Caribbean Diplomacy and Cuban Know-How, Key to Defeat Covid19

Vaccine deliveries
Vaccine deliveries | Photo: @zeenewsenglish

Many Caribbean island nations have achieved remarkable success with skilful vaccine diplomacy, making up for their small population and little financial strength, argues Bert Hoffmann, Lead Research Fellow at the GIGA German Institute of Global and Area Studies in Hamburg and Honorary Professor at Freie Universität Berlin.

April 3 (teleSUR) Cuba and the tiny republic of Dominica are by far the brightest examples.

“Dominica has the epidemic under control like no one else: so far, there’s not a single death on the island. The number of infected people is 161 – not per week, as on the neighbouring islands of Guadeloupe and Martinique belonging to France, but in total”, says Hoffamnn in an Op-Ed article published by the ips-journal.eu website.

“With its 70,000 inhabitants, the island had already received 70,000 vaccine doses from India at the beginning of February – not just promised or planned, but actually there on the island, ready to be used. In the meantime, China has stepped forward and flown in more vaccine doses”, he says.

“Not all Caribbean island nations have record as spectacular as Dominica. But many are benefiting from the international competition of vaccine diplomacy. Barbados has received 100,000 doses from India as a donation; 40,000 vaccine doses went to Antigua & Barbuda; and additional doses have been sent to other CARICOM states” he adds.
 

According to Hoffmann, playing Taiwan and China against each other has achieved benefits from both, resulting in more Chinese vaccines and cash from Taiwan, which is itself a net vaccines importer.


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Dominica-China Friendship Hospital is equipped with Modern Healthcare Facilities that boost the ambience while providing the best infrastructure for various diagnoses and treatments.

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“For example, the Dominican Republic cut ties with Taiwan three years ago. Accordingly, on 17 March, a Chinese plane landed in Santo Domingo with one million doses on board. The arrival at the airport included photo ops with Chinese flags as the cargo was unloaded, and speeches invoking friendship and solidarity. Or take the case of Guyana. When the country recently allowed Taiwan to open a trade office, Beijing made no secret of its disapproval. So when Guyana’s President Irfaan Ali ‘corrected’ this mistake a few weeks ago, Xi Jingping personally called to assure him of 20,000 doses of Sinopharm vaccine”, he says.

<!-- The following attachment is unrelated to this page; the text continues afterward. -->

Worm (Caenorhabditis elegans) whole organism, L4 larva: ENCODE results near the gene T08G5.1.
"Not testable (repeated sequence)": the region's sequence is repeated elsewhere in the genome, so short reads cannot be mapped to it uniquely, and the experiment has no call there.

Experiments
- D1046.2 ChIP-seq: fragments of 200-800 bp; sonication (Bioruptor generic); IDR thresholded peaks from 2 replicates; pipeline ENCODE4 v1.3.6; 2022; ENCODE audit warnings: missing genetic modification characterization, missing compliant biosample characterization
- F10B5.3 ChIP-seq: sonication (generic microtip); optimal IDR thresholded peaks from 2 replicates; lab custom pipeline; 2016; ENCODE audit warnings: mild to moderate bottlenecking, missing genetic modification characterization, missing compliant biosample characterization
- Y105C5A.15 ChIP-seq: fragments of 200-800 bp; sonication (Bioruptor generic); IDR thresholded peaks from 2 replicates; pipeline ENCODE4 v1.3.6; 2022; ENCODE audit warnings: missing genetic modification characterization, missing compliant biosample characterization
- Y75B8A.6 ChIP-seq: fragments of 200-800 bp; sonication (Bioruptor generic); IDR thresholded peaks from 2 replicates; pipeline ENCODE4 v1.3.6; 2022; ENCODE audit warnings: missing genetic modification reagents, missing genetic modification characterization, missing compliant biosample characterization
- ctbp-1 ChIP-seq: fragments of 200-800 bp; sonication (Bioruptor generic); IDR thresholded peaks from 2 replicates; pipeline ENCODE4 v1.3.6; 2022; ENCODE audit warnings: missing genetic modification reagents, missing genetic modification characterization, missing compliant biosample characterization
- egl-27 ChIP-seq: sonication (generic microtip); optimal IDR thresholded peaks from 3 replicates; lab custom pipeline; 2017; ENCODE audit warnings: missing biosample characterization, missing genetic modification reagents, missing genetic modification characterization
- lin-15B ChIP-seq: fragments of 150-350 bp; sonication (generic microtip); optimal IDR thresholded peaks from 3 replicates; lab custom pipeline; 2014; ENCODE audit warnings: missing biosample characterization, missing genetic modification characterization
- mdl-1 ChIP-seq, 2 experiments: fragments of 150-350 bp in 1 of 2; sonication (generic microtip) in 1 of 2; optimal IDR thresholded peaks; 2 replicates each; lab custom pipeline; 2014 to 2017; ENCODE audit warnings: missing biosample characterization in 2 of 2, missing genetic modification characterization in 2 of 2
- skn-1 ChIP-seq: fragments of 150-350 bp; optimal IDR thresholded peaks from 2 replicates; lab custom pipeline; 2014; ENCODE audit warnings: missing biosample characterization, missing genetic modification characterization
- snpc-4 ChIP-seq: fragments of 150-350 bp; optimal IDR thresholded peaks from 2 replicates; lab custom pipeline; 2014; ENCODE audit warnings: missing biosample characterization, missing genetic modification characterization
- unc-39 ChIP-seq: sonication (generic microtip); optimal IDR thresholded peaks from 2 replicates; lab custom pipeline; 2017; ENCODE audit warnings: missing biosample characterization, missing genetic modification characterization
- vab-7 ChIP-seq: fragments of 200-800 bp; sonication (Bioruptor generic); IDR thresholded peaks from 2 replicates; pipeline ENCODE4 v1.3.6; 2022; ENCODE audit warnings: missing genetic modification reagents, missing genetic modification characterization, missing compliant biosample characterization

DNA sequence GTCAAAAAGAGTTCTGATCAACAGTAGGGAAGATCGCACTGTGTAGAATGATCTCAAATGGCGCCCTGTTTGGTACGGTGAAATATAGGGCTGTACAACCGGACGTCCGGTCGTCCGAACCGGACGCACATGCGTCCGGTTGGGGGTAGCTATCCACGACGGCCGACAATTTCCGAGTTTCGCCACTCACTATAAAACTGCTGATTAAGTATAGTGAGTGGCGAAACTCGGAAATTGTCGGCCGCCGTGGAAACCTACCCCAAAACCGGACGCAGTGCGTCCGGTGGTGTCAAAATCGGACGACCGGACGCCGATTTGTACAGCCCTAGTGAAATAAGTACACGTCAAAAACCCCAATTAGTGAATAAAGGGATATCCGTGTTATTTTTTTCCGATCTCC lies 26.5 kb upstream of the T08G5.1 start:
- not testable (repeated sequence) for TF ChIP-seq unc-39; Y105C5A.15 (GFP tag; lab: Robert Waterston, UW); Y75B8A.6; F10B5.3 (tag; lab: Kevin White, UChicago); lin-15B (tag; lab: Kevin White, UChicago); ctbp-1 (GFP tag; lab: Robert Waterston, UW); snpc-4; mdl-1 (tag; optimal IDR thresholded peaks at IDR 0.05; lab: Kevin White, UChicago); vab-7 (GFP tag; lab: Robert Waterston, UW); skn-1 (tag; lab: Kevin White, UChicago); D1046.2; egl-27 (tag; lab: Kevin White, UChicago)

In contrast, the EU-US-led multilateral COVAX initiative has managed to deliver just 14,000 vaccines to Jamaica, stresses Hoffmann.
 

The author underlines the example of revolutionary Cuba, as remarkable: “The socialist government has not imported any vaccine – even though it certainly could have obtained one from China or Russia. Instead, Havana is relying entirely on self-sufficiency.” Cuba is currently developing five different vaccines.

“Despite the economic crisis, medicine and biotechnology are still powerful and up-to-date sectors. The government is proud that Cuba is the only country in Latin America to develop its own vaccines. The most advanced (‘Soberana 2’) is currently in Phase 3 testing with 44,000 people in Cuba and another test group in Iran. If these prove successful, the nationwide vaccination campaign could begin in the second quarter.

“Cuba hopes that its vaccine will become a major export and a source of foreign currency. According to the announcement, 100 million doses are supposed to be produced by the end of the year (…) Of course, they also want to help other countries in solidarity with Latin America, Africa and Asia by providing free vaccine deliveries”.

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